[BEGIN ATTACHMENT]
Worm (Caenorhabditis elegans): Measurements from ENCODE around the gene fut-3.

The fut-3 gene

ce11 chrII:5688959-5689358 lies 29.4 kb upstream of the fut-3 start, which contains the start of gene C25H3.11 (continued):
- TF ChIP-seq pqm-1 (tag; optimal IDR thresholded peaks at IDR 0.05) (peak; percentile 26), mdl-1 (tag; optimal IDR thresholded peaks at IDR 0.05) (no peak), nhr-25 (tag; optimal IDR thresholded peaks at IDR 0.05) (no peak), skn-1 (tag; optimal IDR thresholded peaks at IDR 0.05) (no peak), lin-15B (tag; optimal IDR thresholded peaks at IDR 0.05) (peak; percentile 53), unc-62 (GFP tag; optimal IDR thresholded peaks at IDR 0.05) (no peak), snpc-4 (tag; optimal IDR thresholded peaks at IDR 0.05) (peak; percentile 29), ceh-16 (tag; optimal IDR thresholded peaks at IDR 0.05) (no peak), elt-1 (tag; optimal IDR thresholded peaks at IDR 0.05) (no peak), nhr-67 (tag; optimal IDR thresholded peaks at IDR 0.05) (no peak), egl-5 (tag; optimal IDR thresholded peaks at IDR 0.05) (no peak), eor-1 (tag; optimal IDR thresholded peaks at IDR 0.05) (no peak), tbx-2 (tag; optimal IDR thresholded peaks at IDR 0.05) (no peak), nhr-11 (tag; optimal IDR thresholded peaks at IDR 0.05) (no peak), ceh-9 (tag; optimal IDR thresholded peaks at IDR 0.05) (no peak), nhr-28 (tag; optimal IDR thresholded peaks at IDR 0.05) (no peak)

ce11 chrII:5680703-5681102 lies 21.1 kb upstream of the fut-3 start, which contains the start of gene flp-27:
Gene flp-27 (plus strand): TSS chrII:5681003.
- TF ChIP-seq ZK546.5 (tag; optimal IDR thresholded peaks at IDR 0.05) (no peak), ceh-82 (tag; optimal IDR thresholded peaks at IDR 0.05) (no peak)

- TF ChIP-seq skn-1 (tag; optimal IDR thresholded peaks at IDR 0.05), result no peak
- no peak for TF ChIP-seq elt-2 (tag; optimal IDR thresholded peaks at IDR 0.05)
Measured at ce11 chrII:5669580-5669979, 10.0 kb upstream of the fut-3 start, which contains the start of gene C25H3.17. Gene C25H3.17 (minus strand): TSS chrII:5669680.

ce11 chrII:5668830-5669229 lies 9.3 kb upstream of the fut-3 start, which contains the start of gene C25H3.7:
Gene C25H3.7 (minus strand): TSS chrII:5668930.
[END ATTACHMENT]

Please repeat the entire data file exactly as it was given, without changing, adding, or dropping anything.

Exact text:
Worm (Caenorhabditis elegans): Measurements from ENCODE around the gene fut-3.

The fut-3 gene

ce11 chrII:5688959-5689358 lies 29.4 kb upstream of the fut-3 start, which contains the start of gene C25H3.11 (continued):
- TF ChIP-seq pqm-1 (tag; optimal IDR thresholded peaks at IDR 0.05) (peak; percentile 26), mdl-1 (tag; optimal IDR thresholded peaks at IDR 0.05) (no peak), nhr-25 (tag; optimal IDR thresholded peaks at IDR 0.05) (no peak), skn-1 (tag; optimal IDR thresholded peaks at IDR 0.05) (no peak), lin-15B (tag; optimal IDR thresholded peaks at IDR 0.05) (peak; percentile 53), unc-62 (GFP tag; optimal IDR thresholded peaks at IDR 0.05) (no peak), snpc-4 (tag; optimal IDR thresholded peaks at IDR 0.05) (peak; percentile 29), ceh-16 (tag; optimal IDR thresholded peaks at IDR 0.05) (no peak), elt-1 (tag; optimal IDR thresholded peaks at IDR 0.05) (no peak), nhr-67 (tag; optimal IDR thresholded peaks at IDR 0.05) (no peak), egl-5 (tag; optimal IDR thresholded peaks at IDR 0.05) (no peak), eor-1 (tag; optimal IDR thresholded peaks at IDR 0.05) (no peak), tbx-2 (tag; optimal IDR thresholded peaks at IDR 0.05) (no peak), nhr-11 (tag; optimal IDR thresholded peaks at IDR 0.05) (no peak), ceh-9 (tag; optimal IDR thresholded peaks at IDR 0.05) (no peak), nhr-28 (tag; optimal IDR thresholded peaks at IDR 0.05) (no peak)

ce11 chrII:5680703-5681102 lies 21.1 kb upstream of the fut-3 start, which contains the start of gene flp-27:
Gene flp-27 (plus strand): TSS chrII:5681003.
- TF ChIP-seq ZK546.5 (tag; optimal IDR thresholded peaks at IDR 0.05) (no peak), ceh-82 (tag; optimal IDR thresholded peaks at IDR 0.05) (no peak)

- TF ChIP-seq skn-1 (tag; optimal IDR thresholded peaks at IDR 0.05), result no peak
- no peak for TF ChIP-seq elt-2 (tag; optimal IDR thresholded peaks at IDR 0.05)
Measured at ce11 chrII:5669580-5669979, 10.0 kb upstream of the fut-3 start, which contains the start of gene C25H3.17. Gene C25H3.17 (minus strand): TSS chrII:5669680.

ce11 chrII:5668830-5669229 lies 9.3 kb upstream of the fut-3 start, which contains the start of gene C25H3.7:
Gene C25H3.7 (minus strand): TSS chrII:5668930.